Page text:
P3 Funding for Green Infrastructure and How to Limit Risk

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September 27, 2021 | Ryan Brown

Public-Private Partnerships (P3) have been a popular funding mechanism for public works projects around the world since the late 1980s1. More recently, P3 programs have been initiated to help address water quality concerns related to stormwater by providing funding for stormwater retrofits and the development of green infrastructure throughout a municipality, and has become a promoted method for funding these projects by the USEPA2.   

In 2015, Prince Georges County, MD entered into the first of its kind in the US, a Community Based P3 program known as the Clean Water Partnership in order to meet the requirements of the Chesapeake Bay’s TMDL and MS4 permit3. This community based P3 set the stage for other communities around the country to follow in their footsteps. 

 

How do P3s work? 

P3s relationships work by forming a relationship between a public entity, usually a municipality, and a private entity, usually a private developer3. The private entity is responsible for the upfront capital to fund the project and is normally also involved with the development and construction of the infrastructure. The private entity is then paid back over the course of the contract (typically 25-30 years).   

The public entity is tasked with defining compliance and ensuring that the design and construction meets those requirements, and furthermore the overall goal of the project. There are significant advantages to this model by improving the speed that these projects are developed by providing incentives to the private entity to ensure that the project is delivered on time and within budget4. 

 

How does this model reduce risk for municipalities? 

A key component to this financing model is the re-allocation of risk.  Normally, the risk is shifted from the public entity to the private one. To put it simply, this means that the extra costs that can creep into the project due to project delays, construction which exceeds estimates, and designs that don’t meet regulatory or other quality standards are paid by the private entity4.   

In the development of design plans for the constructions of green infrastructure and stormwater retrofits, this risk can be significantly reduced by using a robust drainage design software intended to quickly layout designs, ensure capacity is met within the system, validate the model against regulatory standards, and easily transfer that data to a set of plans. 

 

How can drainage design software support risk reduction? 

Unfortunately, most drainage design software on the market today doesn’t offer that level of functionality and exposes a lot of engineering firms involved with P3 projects to unnecessary amounts of risk.  However, with the right software you can mitigate risk. When selecting a drainage design package there are a couple of things to consider to ensure your risk is low:  

  • It’s tailored to optimizing design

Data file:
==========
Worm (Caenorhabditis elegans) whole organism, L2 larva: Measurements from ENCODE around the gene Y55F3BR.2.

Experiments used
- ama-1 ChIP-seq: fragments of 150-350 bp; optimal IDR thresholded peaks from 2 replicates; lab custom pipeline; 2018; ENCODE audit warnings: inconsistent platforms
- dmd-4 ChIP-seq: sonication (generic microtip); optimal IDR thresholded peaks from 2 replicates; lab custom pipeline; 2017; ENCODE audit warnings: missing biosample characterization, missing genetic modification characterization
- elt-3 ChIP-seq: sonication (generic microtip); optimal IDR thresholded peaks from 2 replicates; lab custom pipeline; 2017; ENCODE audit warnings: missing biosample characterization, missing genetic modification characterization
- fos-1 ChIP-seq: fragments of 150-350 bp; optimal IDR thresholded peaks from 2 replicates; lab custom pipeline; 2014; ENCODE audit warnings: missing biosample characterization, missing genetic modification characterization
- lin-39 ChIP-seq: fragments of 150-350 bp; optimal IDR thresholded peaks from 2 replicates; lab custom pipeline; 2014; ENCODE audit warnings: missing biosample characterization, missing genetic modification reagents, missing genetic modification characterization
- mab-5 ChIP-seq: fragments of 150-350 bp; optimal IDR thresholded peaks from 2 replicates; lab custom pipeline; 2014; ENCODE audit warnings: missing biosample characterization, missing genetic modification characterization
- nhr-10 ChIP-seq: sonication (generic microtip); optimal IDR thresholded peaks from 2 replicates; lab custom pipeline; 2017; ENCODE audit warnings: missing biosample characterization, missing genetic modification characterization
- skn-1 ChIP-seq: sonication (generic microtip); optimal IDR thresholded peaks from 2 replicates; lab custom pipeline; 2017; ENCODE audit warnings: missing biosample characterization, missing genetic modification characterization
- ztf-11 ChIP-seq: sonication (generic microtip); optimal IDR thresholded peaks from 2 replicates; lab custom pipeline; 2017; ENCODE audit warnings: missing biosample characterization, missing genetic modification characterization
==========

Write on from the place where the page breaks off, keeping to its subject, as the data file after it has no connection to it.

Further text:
• Has data auditing and validation capabilities to help meet compliance regulations 
  • It streamlines plan development 

As a result of these advantages, engineering firms can limit the risk associated with higher-than-expected construction costs by optimizing the designreducing delays in plan development due to overlooked regulatory requirements, and reducing delays or errors associated with transferring necessary information from the modeling package to a set of plans.   

By reducing this risk, firms can position themselves to have a more competitive bid and be more profitable when engaging in these types of projects. This is all accomplished by using a drainage design software that will produce optimally-sized designs that clearly and transparently meet regulatory requirements. Firms that leverage this kind of technology and adapt to new software on the market are likely the ones that will significantly benefit. As P3 programs become the norm for funding green infrastructure in the US, efficient drainage design software will be crucial in securing and profiting from these projects. 

 

  1. “Public-Private Partnership.” Encyclopædia Britannica, Encyclopædia Britannica, Inc., www.britannica.com/topic/public-private-partnership.  
  2. “Financing Green Infrastructure - Is a Community-Based Public-Private Partnerships (CBP3) Right for You?” EPA, Environmental Protection Agency, www.epa.gov/G3/financing-green-infrastructure-community-based-public-private-partnerships-cbp3-right-you.  
  3. “Prince George's County Maryland Clean Water Partnership.” EPA, Environmental Protection Agency, www.epa.gov/G3/prince-georges-county-maryland-clean-water-partnership.  
  4. Team, The Investopedia. “Public-PrivatePartnerships.” Investopedia, Investopedia, 9 June 2021, www.investopedia.com/terms/p/public-private-partnerships.asp.  

Tags: drainage systems, green infrastructure, sustainability

About the Authors

Ryan Brown

Ryan Brown

Systems Engineer – Southeastern US

 

Ryan is a Systems Engineer with Innovyze with over 8 years of experience in consulting where he primarily focused on stormwater and riverine analysis, planning, and design using a variety of different software packages. His experience also extends to FEMA floodplain compliance and transportation hydraulics design.